Long-Term Care Facility Visitations Returning In Florida, With Some Limitations
Some long-term care facilities in Florida will be able to open their doors for visitors as soon as Wednesday.
Gov. Ron DeSantis signed into law recommendations that his Task Force on the Safe and Limited Re-Opening of Long-Term Care Facilities has given him.
“Many of the folks understand that they have loved ones who are in the last stage of their life,” DeSantis said in Jacksonville Tuesday. “They're not demanding a medical miracle, they're not having unrealistic expectations. They just would like to be able to say goodbye or to hug somebody.”
DeSantis appeared to tear up when talking about the measures the state took to prevent the spread of COVID-19 in long-term care facilities.
In order for a long-term care facility to qualify for allowing visitors once again, it must have had at least two weeks without any new coronavirus cases among its residents or staff.
Visitations will be accepted by appointment only, and when they get to the facility, they’ll need to go through a screening process that includes answering questions, along with a temperature check.
Residents can designate up to five visitors, but only two will be allowed at a time. Minors will not be allowed to visit the facilities yet, according to DeSantis, although it’s something he says could change “very soon.”
Visitors will need to bring their own personal protective equipment.
General visitors will have to keep a six-foot distance from the resident, but people who are designated as a caregiver - meaning they help with daily life assistance - will be allowed to touch them.
Caregivers also won’t have to wait the 14-day period if a new coronavirus case sprouts up in the facility.
Meanwhile, the recommendations bring back the possibility for residents to receive services from beauty salons, barbers, and other outside health care services they couldn’t due to restrictions.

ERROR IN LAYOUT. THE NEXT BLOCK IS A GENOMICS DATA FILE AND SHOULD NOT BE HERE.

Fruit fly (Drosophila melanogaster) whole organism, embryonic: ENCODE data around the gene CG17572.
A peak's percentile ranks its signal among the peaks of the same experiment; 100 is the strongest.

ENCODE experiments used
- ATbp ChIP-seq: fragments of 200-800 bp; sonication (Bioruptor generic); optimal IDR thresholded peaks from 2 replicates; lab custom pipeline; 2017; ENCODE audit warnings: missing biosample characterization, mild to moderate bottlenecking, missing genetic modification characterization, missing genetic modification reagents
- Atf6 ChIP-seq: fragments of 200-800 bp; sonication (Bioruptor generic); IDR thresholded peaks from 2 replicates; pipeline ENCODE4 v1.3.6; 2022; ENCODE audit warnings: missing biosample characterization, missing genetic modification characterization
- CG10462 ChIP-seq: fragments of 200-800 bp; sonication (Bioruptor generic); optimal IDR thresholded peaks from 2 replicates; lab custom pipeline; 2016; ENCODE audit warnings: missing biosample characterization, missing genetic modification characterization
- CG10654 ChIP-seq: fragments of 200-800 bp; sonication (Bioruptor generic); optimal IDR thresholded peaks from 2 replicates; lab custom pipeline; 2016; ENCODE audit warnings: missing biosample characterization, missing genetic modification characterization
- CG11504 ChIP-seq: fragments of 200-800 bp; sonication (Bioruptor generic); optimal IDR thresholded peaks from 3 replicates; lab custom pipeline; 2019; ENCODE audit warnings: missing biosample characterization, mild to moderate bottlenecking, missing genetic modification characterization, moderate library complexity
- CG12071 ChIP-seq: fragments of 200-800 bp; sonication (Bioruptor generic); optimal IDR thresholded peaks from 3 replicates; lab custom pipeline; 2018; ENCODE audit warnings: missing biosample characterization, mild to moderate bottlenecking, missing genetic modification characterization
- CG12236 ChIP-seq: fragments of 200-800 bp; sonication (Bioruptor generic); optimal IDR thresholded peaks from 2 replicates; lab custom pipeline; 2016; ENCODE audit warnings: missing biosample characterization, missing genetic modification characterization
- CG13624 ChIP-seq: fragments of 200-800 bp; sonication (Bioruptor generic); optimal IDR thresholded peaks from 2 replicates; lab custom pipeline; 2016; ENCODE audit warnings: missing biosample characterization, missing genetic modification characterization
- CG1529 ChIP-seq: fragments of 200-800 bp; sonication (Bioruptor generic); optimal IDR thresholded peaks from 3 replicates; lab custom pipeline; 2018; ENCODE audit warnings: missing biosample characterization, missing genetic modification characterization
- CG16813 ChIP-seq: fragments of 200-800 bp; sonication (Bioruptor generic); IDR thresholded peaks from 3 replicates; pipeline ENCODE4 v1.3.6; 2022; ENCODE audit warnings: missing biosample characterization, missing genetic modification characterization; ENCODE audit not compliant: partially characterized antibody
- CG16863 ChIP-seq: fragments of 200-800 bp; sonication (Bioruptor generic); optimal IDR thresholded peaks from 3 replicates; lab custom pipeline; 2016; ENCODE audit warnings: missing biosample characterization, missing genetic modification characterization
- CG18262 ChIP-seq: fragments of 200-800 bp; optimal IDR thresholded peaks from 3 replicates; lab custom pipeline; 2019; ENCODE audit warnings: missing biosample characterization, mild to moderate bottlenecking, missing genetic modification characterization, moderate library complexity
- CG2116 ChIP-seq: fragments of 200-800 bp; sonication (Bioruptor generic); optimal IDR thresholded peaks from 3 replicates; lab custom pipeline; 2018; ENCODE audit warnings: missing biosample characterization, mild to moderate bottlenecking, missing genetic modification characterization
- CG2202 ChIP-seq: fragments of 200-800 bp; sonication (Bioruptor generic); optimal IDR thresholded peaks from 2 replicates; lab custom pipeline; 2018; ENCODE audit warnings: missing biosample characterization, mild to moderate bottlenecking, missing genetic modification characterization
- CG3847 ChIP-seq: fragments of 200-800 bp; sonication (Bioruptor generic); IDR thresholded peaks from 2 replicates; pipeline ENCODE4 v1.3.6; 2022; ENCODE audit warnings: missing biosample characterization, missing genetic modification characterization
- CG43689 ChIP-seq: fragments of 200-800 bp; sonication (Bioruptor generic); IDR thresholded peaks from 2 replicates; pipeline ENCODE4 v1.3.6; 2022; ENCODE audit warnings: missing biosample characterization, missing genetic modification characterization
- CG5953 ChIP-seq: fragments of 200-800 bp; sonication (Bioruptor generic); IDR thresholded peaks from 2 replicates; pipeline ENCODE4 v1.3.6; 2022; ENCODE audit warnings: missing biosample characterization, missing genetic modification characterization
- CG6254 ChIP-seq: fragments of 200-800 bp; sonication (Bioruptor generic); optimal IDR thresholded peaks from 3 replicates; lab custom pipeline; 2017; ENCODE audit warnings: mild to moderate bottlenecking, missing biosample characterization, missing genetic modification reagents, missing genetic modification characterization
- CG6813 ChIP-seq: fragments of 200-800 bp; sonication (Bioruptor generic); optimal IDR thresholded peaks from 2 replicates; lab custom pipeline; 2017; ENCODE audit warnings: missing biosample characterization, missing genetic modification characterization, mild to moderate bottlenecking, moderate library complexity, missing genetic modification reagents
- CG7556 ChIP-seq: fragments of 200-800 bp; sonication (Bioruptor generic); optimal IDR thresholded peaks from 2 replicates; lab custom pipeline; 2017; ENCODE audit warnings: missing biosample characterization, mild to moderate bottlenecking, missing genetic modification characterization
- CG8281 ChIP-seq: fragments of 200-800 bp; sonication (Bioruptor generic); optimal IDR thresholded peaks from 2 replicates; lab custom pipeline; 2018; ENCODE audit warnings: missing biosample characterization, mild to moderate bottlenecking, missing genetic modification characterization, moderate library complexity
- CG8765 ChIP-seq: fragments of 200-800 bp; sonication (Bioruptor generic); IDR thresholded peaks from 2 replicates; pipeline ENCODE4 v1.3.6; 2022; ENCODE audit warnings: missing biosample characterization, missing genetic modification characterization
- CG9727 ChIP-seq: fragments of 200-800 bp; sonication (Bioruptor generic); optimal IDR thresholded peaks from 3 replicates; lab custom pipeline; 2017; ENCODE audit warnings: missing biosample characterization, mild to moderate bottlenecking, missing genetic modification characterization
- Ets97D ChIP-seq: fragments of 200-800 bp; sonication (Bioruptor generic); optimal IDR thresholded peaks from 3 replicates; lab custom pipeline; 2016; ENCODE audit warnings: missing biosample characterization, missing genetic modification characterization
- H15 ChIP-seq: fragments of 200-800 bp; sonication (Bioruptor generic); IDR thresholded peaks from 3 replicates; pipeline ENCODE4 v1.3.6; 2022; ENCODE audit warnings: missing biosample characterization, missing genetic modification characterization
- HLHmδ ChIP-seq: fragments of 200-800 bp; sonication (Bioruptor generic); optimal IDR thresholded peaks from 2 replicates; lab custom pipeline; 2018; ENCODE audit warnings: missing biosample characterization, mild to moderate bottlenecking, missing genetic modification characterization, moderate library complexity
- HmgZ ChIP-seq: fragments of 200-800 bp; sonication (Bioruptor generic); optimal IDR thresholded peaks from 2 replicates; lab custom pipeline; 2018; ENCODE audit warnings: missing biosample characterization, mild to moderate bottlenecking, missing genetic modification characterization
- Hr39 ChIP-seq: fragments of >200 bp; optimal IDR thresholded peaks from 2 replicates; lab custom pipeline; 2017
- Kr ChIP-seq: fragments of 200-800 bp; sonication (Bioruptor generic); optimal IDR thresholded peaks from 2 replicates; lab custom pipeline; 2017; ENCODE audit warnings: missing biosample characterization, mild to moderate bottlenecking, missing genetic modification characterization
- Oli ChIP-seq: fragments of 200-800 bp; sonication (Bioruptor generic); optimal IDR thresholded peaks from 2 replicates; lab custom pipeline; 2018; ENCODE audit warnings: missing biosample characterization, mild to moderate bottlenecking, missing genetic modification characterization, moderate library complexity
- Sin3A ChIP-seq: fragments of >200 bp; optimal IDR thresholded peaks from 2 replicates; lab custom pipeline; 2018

Florida Secretary for Healthcare Administration Mary Mayhew said an influential factor in opening up long-term care facilities back up to visitation is the downward trend of positive COVID-19 cases statewide.
“We've seen over a 40% reduction in the number of staff in our long-term care facilities who are positive,” Mayhew said. “The positivity rate right now is about 1.2% among staff in our nursing homes and assisted living facilities, incredibly low. We have seen over a 30% reduction in the number of residents who are currently positive for COVID.”
Mary Daniel, a Jacksonville woman who made national headlines after taking a job as a dishwasher to see her husband at a long-term care facility, was appointed to the task force and helped come up with many of the recommendations.
“We are going to see some cases, I know that,” Daniel said. “But I also know that I want to be with my husband and everybody else out there, hundreds of thousands of caregivers want to be with their families, and to be able to hold their hands at the end of their life is going to be a precious gift that we're grateful to have back.”
And due to the changes, Daniel doesn’t think she’ll be washing dishes much longer.
“I’m turning in my two weeks notice today,” Daniel said. “I’m going back to just being a wife.”
There is no current timeline for when normal visitations will return, according to Mayhew, although tweaks to the current guidelines are possible if they’re met with success over the next few weeks.